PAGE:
4th November 1808, Friday
Mr A Yates went. Mr Butt and Blunt dined here.
Forwardness joined to any one defect makes it most intolerable truly! He who stands in the light should be spotless. Backwardness is [vers?] almost all, he who is in the shade must have then very glaring to be perceived. A.L.
5th November 1808, Saturday
JSC went to Edinburgh.
7th November 1808, Monday
H. Holland came.
9th November 1808, Wednesday
H. Holland went. During his stay conversation has certainly been more instructive than usual. Hannah Stamford, HSC, MC to Maer and Dorlaston.
Without the smile from partial beauty say what were man a world without a sun - Campbells Pleasures of Hope.
Transcription - ibid
There lies a lass of heaven directed mein,
Of cultured soul and sapient eye serene
Who hails thee man! the Pilgrim of a day
Spouse of the worm and brother of the clay
Frail as the leaf in Autumns yellow bower
Dust in the wind or dew upon the flower
A friendless child a slave without a sire
Whose mortal life and momentary fire
Lights to the grave his chance directed form
As ocean wrecks illuminate the storm
And when the guns tremendous flash is over
To night and silence sink for ever more
Ibid [Thomas Campbell]
Ah me the laurelled wreath that murder rears
Blood nursed and watered by the widows tears
Seems not so foul so tainted and so dread
As waves the night shade over the sceptic head!
Ibid [Thomas Campbell]
And beauty's tears are lovelier than her smiles
So listen they the reed of Thalaba
While his skilled fingers modulate
The low sweet soothing melancholy tones
Or if he strung the pearls of poetry
Singing with agitated face
And eloquent arms and sighs that reach the heart
A tale of love and woe
[The Vision by Moon-light]
Then if the brightening moon that lit his face
In darkness favoured hoes
Oh! Even with such a look as fallesery
The mother Ostrich fixes on her egg
Till that intense operation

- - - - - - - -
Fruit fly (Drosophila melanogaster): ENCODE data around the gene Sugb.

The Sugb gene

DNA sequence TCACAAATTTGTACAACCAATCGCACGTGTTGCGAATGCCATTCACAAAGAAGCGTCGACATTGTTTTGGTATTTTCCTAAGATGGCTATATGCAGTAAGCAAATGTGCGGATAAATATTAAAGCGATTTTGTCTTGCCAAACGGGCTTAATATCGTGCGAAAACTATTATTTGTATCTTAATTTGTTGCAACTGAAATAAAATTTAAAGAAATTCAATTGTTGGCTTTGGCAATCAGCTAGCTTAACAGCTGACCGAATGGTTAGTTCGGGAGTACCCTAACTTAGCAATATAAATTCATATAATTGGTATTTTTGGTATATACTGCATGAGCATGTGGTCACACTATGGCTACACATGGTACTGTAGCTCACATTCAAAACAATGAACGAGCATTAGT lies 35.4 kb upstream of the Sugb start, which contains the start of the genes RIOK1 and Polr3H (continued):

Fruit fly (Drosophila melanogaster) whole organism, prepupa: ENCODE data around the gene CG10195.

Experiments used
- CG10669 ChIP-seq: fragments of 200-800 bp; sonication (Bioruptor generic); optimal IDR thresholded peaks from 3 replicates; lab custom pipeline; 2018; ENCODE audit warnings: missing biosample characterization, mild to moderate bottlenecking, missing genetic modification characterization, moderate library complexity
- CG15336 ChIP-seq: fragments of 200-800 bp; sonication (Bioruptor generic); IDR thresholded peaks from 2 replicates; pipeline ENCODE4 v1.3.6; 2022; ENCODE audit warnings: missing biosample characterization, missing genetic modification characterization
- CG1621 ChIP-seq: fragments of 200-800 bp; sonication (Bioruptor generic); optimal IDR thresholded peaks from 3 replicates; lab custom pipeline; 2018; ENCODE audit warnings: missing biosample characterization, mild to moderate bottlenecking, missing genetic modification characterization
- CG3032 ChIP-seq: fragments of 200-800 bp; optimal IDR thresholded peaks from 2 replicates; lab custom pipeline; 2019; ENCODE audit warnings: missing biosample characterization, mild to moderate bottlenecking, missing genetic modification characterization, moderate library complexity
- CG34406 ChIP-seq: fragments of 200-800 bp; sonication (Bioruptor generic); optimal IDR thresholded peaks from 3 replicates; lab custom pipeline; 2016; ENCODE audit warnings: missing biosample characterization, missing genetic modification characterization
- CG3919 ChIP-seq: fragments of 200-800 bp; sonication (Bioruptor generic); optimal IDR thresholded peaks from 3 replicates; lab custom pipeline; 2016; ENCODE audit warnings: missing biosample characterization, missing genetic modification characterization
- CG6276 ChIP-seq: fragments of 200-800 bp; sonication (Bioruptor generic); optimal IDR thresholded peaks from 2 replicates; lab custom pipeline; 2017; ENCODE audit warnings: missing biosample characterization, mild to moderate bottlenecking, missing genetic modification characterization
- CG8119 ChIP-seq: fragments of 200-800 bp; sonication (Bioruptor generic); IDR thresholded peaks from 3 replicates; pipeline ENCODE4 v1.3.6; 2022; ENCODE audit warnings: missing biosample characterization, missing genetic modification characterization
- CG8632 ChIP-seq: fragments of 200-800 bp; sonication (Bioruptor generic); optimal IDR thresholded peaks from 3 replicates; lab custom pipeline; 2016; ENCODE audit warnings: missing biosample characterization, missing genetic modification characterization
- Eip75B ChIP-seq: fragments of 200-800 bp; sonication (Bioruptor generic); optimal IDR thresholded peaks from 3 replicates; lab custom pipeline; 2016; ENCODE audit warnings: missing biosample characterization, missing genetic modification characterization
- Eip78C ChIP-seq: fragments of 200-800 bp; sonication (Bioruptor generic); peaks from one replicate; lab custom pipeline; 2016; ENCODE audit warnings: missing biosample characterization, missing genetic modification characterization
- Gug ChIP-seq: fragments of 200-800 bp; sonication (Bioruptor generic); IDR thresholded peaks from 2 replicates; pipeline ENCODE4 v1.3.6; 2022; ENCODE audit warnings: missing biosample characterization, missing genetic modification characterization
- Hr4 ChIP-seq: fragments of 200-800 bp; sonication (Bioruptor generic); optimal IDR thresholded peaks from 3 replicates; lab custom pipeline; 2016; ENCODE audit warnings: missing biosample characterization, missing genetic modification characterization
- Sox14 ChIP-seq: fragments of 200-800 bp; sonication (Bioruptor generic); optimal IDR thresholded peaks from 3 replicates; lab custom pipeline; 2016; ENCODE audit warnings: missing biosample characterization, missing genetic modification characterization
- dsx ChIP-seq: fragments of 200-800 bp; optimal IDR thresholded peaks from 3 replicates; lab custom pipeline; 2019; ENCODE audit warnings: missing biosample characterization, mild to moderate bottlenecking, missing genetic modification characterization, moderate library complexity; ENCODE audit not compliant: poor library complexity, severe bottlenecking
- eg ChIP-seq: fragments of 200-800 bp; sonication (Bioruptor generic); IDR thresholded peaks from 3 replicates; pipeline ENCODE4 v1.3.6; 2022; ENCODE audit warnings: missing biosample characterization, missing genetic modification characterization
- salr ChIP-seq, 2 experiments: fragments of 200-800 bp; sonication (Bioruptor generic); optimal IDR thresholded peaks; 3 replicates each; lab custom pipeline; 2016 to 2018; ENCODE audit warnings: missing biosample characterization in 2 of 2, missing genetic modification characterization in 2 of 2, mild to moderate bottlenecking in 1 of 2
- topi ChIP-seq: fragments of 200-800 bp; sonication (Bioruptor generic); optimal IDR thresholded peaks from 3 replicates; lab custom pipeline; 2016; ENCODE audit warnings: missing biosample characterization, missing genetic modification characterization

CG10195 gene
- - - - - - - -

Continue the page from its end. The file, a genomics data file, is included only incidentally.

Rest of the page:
Kindles its light of life
Even in such deep and breathless tenderness
Oneizer's soul is centered on the youth
So motionless with such an ardent gaze
Save when from her full eyes
Quickly she wipes away the gushing tears
That dime his image there.
She called him brother, was it sister's love
That made the silver rings
Round her smooth ankles and her loving arms
Shine daily brightened for a brother's eye
Here her long fingers stained
As when she trimmed the lamp
And through the veins and delicate skin
The light shone rosy! That the darkended lids
Gaze still a softer luster to her eye
By the tomb lay Thalaba
In the light of the setting sun
The sun the wind the rain
Had rusted his raven locks
His cheeks were fallen in
His face bone prominent
By the tomb he lay along
And his lean fingers played
Unwitting with the grass that grew beside
A night of storms, the wind
Swept through the moonless sky
And moaned among the pillared sepulchers
And in the hauses of its sweep
They heard the heavy rain
Beat on the monument above
On Thalaba the maid
Twined the dark luster of her angel eyes
Madoc hearing the songs of his own country recalling his misfortunes, other thoughts arose, as on the fate of all his gallant house, mournful he mused oppressive memory
His bosom over his fixed eye balls swam
The tears dim luster and the loud toned hosp
Rising on his ear in vain its silence -
Roused him from dreams of days that were no more
A Field of Battle the day after the Engagement
Anon the fatal field the sight the fire on my memory still, for all was done for horse and horseman side by side in death lay on the bloody plain, a host of men and not one living soul and not one sound, one human sound, only the ravens sing which rose before my coming and the neigh of wounded horses and ring over the plain
She chose her lover for his sparkling eyes
Expressions warm and love inspiring lies
Ah no a shepherd of a different stock
And far unlike him feeds his little flock
A jovial youth who thinks his Sunday task
Is all that God or man can fairly ask
The rest he gives to loves and labours light
To fields the morning and to feasts the night
A sports man keen he hunts through all the day
And skilled in whist he wastes the nights in play